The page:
# ps aux | grep black
root     10045  0.0  0.3  18432  3856 ?        Ss   15:59   0:00 /usr/bin/python /usr/local/bin/blacklist.py
root     14398  0.0  0.0   4056   808 pts/5    R+   18:39   0:00 grep black
# /usr/local/bin/blacklist.py "Apr  3 01:08:56 machine sshd[13012]: Invalid user ak from 24.199.204.163"

* Entering test mode
* SSH_REGEX[ 0 ]: No match found
* SSH_REGEX[ 1 ]: Caught ip "24.199.204.163 and username "ak"
* FTP_REGEX[ 0 ]: No match found
* SUCCESS: Sending mail from blacklist@localhost to root@localhost
# /usr/local/bin/blacklist.py "Apr  3 04:46:44 machine sshd[13665]: Invalid user admin from 201.247.150.165"

* Entering test mode
* SSH_REGEX[ 0 ]: No match found
* SSH_REGEX[ 1 ]: Caught ip "201.247.150.165 and username "admin"
* FTP_REGEX[ 0 ]: No match found
* SUCCESS: Sending mail from blacklist@localhost to root@localhost
# ps aux | grep black
root     10045  0.0  0.3  18432  3856 ?        Ss   15:59   0:00 /usr/bin/python /usr/local/bin/blacklist.py
root     14435  0.0  0.0   4056   800 pts/5    R+   18:40   0:00 grep black
#


The examples are real attacks from my previous post. I didn't change the regex's in the script. However, I did change this:
Code:
...
LOGTAIL = "/usr/bin/logtail"
...
PERMITTED_LOGIN_FAILURES = 3
BLOCKING_PERIOD = 604800 #seconds
SUSPECTING_PERIOD = 86400 #seconds
...
DATE_FORMAT = "%Y.%M.%d %X" # e.g.: 02.01.2006 23:49:12 (I changed it from %d.%m.%Y)
...
...
                system_command( IPTABLES + " --insert INPUT 4 --jump " + CUSTOM_CHAIN )
...


Notice the "--insert INPUT 4 --jump". The reason is my iptables config is:
Code:
# iptables -L -n
Chain INPUT (policy ACCEPT)
target     prot opt source               destination
ACCEPT     all  --  127.0.0.1            0.0.0.0/0
ACCEPT     all  --  80.103.114.34        0.0.0.0/0
ACCEPT     all  --  150.214.212.13       0.0.0.0/0
ACCEPT     all  --  0.0.0.0/0            0.0.0.0/0           state RELATED,ESTABLISHED
...

and I want blacklist rules to be inserted after the rule for 150.214.212.13
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kill[h]er
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PostPosted: Mon Apr 03, 2006 5:27 pm    Post subject: Reply with quote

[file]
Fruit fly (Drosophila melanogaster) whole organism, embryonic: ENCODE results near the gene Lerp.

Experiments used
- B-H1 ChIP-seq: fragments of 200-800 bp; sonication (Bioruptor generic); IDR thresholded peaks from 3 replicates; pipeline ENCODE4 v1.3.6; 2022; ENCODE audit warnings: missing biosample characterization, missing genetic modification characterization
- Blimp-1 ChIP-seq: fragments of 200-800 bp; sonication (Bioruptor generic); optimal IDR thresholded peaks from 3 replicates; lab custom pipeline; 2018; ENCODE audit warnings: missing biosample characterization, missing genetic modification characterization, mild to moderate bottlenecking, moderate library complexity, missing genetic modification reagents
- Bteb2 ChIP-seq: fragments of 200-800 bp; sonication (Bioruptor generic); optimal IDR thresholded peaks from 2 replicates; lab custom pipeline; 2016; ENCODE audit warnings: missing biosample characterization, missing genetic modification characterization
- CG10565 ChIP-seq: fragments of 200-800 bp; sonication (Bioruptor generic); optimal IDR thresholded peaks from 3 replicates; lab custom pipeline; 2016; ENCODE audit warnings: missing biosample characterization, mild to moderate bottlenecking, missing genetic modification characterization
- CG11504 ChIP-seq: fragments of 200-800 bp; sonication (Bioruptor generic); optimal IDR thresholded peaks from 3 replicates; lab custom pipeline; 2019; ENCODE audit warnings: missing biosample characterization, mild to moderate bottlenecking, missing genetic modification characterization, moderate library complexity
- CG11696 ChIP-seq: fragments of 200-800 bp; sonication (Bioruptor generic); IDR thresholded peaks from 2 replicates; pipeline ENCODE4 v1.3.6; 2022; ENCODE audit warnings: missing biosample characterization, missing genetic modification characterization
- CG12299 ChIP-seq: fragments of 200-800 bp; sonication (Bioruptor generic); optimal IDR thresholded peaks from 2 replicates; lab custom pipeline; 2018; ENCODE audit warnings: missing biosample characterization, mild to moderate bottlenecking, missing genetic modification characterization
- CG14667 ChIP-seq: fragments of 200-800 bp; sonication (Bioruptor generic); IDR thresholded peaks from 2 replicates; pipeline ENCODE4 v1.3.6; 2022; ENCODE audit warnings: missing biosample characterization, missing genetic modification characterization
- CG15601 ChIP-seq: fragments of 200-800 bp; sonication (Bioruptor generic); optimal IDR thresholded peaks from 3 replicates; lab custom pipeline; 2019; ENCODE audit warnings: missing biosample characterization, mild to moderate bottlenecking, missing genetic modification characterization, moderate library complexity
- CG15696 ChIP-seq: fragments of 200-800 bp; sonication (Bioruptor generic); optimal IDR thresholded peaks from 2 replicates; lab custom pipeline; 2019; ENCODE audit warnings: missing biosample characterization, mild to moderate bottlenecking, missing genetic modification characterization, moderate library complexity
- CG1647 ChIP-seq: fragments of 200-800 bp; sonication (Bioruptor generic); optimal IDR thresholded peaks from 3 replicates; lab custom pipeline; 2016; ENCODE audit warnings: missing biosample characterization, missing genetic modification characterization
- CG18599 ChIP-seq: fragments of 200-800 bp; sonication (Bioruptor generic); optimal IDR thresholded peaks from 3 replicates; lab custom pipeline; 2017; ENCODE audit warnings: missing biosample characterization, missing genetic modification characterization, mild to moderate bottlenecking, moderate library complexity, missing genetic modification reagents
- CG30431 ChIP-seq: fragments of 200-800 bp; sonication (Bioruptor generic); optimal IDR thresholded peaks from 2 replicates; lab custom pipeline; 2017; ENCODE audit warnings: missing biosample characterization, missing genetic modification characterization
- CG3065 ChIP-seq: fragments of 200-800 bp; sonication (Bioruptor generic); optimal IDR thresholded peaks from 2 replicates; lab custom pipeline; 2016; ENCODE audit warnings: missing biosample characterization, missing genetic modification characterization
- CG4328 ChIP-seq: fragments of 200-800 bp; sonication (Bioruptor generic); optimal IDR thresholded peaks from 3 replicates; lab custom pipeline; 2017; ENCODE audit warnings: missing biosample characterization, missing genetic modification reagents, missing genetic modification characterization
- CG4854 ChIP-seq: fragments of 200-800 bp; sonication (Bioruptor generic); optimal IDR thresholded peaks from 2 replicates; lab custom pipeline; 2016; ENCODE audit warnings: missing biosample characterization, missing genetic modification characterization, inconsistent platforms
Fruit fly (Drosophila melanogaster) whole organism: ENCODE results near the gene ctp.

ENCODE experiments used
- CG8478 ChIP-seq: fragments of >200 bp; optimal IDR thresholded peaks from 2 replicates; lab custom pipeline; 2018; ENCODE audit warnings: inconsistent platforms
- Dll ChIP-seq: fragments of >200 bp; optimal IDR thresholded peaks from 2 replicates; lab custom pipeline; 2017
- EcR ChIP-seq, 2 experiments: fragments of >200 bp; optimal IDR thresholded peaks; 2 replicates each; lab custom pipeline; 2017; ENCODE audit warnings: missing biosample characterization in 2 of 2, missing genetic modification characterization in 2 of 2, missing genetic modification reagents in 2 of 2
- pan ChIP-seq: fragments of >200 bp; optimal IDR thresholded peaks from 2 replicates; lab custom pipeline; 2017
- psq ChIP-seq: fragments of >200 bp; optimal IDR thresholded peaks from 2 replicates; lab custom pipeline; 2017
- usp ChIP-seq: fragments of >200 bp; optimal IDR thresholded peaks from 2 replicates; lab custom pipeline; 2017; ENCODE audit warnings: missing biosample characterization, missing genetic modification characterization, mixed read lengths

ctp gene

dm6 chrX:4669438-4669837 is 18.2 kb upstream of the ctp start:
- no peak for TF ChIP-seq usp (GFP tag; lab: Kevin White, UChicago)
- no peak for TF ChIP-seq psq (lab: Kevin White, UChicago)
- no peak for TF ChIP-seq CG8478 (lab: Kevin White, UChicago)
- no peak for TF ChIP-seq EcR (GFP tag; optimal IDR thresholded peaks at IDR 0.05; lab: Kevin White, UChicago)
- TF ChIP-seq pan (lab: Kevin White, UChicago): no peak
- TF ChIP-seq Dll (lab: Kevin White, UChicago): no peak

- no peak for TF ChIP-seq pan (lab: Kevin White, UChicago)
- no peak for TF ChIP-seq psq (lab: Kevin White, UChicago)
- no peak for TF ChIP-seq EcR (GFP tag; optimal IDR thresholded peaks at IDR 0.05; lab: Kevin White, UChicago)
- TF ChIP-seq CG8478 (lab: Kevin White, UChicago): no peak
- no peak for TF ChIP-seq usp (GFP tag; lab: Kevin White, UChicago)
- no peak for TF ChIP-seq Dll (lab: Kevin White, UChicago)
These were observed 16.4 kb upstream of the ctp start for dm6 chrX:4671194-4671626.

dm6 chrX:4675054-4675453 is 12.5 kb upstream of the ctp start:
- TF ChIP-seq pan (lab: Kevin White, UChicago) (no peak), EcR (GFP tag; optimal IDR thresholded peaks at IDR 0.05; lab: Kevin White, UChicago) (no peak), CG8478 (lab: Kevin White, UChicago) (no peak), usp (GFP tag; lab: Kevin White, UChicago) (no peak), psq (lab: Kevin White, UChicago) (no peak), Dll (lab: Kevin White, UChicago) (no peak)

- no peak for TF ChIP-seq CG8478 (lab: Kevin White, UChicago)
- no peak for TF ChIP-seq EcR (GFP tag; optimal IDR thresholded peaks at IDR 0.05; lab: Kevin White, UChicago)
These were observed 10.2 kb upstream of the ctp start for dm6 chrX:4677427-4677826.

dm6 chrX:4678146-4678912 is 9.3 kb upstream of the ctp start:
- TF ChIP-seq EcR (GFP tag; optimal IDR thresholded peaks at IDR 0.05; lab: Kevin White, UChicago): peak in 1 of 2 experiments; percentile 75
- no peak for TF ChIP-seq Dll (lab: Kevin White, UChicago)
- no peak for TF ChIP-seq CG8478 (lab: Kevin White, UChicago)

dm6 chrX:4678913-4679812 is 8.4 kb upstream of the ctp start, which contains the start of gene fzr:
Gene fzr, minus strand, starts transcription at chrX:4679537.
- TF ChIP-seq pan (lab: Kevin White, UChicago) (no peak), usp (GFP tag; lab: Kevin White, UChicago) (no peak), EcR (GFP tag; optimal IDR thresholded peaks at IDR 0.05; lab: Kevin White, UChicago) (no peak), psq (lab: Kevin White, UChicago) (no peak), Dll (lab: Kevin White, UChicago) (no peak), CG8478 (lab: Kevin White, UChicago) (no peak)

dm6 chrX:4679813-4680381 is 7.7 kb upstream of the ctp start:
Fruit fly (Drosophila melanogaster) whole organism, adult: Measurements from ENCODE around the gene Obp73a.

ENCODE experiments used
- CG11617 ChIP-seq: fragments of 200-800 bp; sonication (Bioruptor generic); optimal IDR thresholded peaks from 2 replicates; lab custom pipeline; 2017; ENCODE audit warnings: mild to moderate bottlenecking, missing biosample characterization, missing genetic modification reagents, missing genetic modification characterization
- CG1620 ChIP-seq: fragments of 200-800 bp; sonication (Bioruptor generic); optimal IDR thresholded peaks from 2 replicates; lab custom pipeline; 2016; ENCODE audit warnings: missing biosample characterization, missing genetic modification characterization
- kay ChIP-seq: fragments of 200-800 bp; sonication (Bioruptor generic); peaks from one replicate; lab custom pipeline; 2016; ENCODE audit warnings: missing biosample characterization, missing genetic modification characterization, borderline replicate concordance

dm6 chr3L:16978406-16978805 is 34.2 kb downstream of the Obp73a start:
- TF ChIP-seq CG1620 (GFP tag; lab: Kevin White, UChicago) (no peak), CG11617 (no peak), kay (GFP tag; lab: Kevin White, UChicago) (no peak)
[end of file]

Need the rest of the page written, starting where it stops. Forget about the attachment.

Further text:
if you put it after related/established, that could knock your own existing ssh sessions out for 10 mins too, if you aren't careful.
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PostPosted: Mon Apr 03, 2006 5:39 pm    Post subject: Reply with quote

kill[h]er wrote:
if you put it after related/established, that could knock your own existing ssh sessions out for 10 mins too, if you aren't careful.


That's why I put it before that rule (intented as number 4), so that related/established will be number 5, unless I don't understand the syntax. Am I right or did I make a mistake?
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PostPosted: Wed Apr 05, 2006 11:30 am    Post subject: Reply with quote

urcindalo wrote:
kill[h]er wrote:
if you put it after related/established, that could knock your own existing ssh sessions out for 10 mins too, if you aren't careful.


That's why I put it before that rule (intented as number 4), so that related/established will be number 5, unless I don't understand the syntax. Am I right or did I make a mistake?


[EDIT]
Like kill[h]er said, you most likely want it to be at number 5. You can easily verify the behaviour by running blacklist.py and then making a couple of login attempts yourself. I suggest you run it (without moving it into the background) and then do some login failures and tell us what's happening. If it crashes you should see a debug output ...
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Last edited by BlinkEye on Wed Apr 05, 2006 1:30 pm; edited 1 time in total
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kill[h]er
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PostPosted: Wed Apr 05, 2006 1:10 pm    Post subject: Reply with quote

maybe i'm wrong, but i don't think so.

from what I know of iptables, it goes down the list and looks for a match. if a match occurs, it executes the entry.